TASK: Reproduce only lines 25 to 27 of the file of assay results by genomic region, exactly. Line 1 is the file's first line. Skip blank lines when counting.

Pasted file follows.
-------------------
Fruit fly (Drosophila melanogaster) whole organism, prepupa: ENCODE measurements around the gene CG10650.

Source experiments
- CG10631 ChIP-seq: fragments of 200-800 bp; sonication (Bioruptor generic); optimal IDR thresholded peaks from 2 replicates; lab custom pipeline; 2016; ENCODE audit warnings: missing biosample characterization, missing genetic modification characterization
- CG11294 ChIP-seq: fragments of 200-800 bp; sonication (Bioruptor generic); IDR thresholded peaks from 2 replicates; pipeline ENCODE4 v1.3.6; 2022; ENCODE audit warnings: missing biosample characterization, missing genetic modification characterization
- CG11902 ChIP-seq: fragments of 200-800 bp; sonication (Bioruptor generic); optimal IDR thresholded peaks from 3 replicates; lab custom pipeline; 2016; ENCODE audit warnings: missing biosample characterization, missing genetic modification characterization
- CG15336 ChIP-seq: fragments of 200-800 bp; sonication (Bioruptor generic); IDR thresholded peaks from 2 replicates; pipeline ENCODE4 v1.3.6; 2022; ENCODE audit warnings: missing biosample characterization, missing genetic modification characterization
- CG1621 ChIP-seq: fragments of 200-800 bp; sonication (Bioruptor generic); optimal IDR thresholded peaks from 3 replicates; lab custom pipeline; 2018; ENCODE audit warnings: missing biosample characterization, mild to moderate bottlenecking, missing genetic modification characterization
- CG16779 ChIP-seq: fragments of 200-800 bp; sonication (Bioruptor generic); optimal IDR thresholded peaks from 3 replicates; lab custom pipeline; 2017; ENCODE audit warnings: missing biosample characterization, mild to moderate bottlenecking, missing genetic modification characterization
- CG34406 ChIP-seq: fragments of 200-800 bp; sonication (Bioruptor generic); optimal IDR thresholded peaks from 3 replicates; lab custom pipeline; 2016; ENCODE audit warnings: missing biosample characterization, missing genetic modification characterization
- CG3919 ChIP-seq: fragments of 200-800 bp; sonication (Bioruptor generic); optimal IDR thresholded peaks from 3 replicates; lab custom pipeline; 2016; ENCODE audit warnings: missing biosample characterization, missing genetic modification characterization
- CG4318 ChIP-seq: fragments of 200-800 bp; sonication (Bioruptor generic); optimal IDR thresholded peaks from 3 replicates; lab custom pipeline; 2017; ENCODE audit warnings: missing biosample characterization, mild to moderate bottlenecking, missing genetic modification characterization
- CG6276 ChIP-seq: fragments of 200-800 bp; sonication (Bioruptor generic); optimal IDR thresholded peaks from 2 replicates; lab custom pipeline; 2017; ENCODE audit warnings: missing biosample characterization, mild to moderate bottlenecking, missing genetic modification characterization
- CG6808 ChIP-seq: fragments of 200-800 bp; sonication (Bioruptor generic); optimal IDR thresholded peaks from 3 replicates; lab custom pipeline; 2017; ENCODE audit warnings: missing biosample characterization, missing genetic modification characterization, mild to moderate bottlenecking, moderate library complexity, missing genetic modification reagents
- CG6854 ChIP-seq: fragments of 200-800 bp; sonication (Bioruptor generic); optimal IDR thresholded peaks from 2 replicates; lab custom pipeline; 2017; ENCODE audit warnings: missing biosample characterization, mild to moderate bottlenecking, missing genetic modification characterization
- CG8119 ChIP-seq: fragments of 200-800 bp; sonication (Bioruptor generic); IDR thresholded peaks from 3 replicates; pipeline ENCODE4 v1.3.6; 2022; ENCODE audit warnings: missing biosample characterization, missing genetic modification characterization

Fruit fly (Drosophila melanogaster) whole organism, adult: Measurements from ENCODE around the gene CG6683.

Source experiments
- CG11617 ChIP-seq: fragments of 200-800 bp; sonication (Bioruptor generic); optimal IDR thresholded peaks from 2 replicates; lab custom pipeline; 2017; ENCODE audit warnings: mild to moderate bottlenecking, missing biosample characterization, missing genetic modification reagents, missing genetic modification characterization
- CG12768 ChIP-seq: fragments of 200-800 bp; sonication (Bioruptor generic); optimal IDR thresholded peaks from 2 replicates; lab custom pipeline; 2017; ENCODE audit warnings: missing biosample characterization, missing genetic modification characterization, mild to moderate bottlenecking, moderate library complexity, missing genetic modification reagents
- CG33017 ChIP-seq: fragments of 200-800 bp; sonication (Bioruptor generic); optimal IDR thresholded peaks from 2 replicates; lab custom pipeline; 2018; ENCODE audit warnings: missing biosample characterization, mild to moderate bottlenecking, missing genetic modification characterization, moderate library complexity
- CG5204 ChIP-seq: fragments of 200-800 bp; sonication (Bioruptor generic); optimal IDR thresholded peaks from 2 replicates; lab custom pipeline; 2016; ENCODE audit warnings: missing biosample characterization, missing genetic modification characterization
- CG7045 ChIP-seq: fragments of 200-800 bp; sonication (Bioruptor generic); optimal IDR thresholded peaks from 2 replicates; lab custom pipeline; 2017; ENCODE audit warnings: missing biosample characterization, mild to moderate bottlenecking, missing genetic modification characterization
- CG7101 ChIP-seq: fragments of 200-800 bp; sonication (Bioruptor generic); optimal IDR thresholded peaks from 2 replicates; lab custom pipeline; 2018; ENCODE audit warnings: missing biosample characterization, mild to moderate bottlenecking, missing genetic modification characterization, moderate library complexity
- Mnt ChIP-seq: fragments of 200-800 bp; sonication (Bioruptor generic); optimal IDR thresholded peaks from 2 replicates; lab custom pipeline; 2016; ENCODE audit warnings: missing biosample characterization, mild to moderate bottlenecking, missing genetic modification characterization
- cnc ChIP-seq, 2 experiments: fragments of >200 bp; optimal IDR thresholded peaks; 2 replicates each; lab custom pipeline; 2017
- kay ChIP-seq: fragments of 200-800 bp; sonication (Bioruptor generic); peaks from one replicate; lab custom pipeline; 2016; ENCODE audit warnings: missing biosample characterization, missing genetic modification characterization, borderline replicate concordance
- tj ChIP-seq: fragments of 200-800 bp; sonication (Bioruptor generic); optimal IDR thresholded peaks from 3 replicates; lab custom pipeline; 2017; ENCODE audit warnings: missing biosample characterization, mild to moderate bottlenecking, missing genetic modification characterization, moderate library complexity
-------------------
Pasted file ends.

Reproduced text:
- cnc ChIP-seq, 2 experiments: fragments of >200 bp; optimal IDR thresholded peaks; 2 replicates each; lab custom pipeline; 2017
- kay ChIP-seq: fragments of 200-800 bp; sonication (Bioruptor generic); peaks from one replicate; lab custom pipeline; 2016; ENCODE audit warnings: missing biosample characterization, missing genetic modification characterization, borderline replicate concordance
- tj ChIP-seq: fragments of 200-800 bp; sonication (Bioruptor generic); optimal IDR thresholded peaks from 3 replicates; lab custom pipeline; 2017; ENCODE audit warnings: missing biosample characterization, mild to moderate bottlenecking, missing genetic modification characterization, moderate library complexity